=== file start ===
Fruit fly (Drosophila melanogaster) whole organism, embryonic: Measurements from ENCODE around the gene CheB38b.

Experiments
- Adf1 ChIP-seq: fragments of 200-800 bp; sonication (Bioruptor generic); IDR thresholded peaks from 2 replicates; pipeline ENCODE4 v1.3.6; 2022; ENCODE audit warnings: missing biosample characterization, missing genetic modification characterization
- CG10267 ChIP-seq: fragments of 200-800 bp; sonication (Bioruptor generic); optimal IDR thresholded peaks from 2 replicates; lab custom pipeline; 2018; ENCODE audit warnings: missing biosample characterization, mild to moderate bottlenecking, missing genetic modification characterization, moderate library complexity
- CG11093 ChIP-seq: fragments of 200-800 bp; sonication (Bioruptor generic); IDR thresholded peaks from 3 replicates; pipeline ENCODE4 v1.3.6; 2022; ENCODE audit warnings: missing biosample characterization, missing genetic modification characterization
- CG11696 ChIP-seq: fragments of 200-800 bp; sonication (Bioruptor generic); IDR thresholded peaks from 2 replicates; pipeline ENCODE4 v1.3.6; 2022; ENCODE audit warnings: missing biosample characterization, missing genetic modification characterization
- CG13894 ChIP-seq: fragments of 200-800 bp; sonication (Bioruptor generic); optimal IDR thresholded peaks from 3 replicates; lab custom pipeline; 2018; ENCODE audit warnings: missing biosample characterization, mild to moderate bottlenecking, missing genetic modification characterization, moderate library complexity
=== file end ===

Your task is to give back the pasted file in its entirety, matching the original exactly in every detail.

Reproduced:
Fruit fly (Drosophila melanogaster) whole organism, embryonic: Measurements from ENCODE around the gene CheB38b.

Experiments
- Adf1 ChIP-seq: fragments of 200-800 bp; sonication (Bioruptor generic); IDR thresholded peaks from 2 replicates; pipeline ENCODE4 v1.3.6; 2022; ENCODE audit warnings: missing biosample characterization, missing genetic modification characterization
- CG10267 ChIP-seq: fragments of 200-800 bp; sonication (Bioruptor generic); optimal IDR thresholded peaks from 2 replicates; lab custom pipeline; 2018; ENCODE audit warnings: missing biosample characterization, mild to moderate bottlenecking, missing genetic modification characterization, moderate library complexity
- CG11093 ChIP-seq: fragments of 200-800 bp; sonication (Bioruptor generic); IDR thresholded peaks from 3 replicates; pipeline ENCODE4 v1.3.6; 2022; ENCODE audit warnings: missing biosample characterization, missing genetic modification characterization
- CG11696 ChIP-seq: fragments of 200-800 bp; sonication (Bioruptor generic); IDR thresholded peaks from 2 replicates; pipeline ENCODE4 v1.3.6; 2022; ENCODE audit warnings: missing biosample characterization, missing genetic modification characterization
- CG13894 ChIP-seq: fragments of 200-800 bp; sonication (Bioruptor generic); optimal IDR thresholded peaks from 3 replicates; lab custom pipeline; 2018; ENCODE audit warnings: missing biosample characterization, mild to moderate bottlenecking, missing genetic modification characterization, moderate library complexity